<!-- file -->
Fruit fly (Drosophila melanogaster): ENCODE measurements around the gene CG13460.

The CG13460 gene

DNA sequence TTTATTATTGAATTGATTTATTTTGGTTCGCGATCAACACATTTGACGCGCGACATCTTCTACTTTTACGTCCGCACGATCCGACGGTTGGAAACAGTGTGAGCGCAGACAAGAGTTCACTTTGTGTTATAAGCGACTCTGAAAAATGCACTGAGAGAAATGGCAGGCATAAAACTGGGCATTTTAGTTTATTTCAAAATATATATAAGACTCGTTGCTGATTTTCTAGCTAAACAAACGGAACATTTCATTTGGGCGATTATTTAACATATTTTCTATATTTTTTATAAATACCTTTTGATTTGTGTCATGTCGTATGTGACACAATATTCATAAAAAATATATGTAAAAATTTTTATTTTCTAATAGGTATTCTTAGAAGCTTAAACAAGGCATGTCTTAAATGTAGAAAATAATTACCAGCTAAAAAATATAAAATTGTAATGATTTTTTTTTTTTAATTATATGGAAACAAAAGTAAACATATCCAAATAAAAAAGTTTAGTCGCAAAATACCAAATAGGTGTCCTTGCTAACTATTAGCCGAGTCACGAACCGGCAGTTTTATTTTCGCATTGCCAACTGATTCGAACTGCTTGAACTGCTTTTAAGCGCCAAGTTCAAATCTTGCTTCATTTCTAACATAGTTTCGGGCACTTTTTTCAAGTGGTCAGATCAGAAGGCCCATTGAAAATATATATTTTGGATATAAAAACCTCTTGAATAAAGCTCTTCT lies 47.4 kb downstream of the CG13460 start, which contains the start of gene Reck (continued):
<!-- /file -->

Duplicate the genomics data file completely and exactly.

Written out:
Fruit fly (Drosophila melanogaster): ENCODE measurements around the gene CG13460.

The CG13460 gene

DNA sequence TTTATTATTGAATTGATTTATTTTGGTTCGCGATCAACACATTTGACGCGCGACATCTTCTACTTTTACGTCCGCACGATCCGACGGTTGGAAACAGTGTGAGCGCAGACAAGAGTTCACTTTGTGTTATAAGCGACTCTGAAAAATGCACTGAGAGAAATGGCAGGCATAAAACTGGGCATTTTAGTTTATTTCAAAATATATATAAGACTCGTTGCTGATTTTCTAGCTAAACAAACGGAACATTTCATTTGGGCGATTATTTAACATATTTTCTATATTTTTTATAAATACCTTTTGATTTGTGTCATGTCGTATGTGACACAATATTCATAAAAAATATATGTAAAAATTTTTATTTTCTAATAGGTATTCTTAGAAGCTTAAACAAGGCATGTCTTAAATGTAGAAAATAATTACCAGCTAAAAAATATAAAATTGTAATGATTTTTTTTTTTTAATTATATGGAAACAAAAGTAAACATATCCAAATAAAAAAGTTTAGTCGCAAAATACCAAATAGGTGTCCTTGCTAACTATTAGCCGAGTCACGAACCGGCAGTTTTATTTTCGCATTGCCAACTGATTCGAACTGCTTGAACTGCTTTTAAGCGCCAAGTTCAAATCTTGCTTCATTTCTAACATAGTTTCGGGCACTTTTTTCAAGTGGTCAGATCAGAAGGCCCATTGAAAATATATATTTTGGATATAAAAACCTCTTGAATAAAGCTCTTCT lies 47.4 kb downstream of the CG13460 start, which contains the start of gene Reck (continued):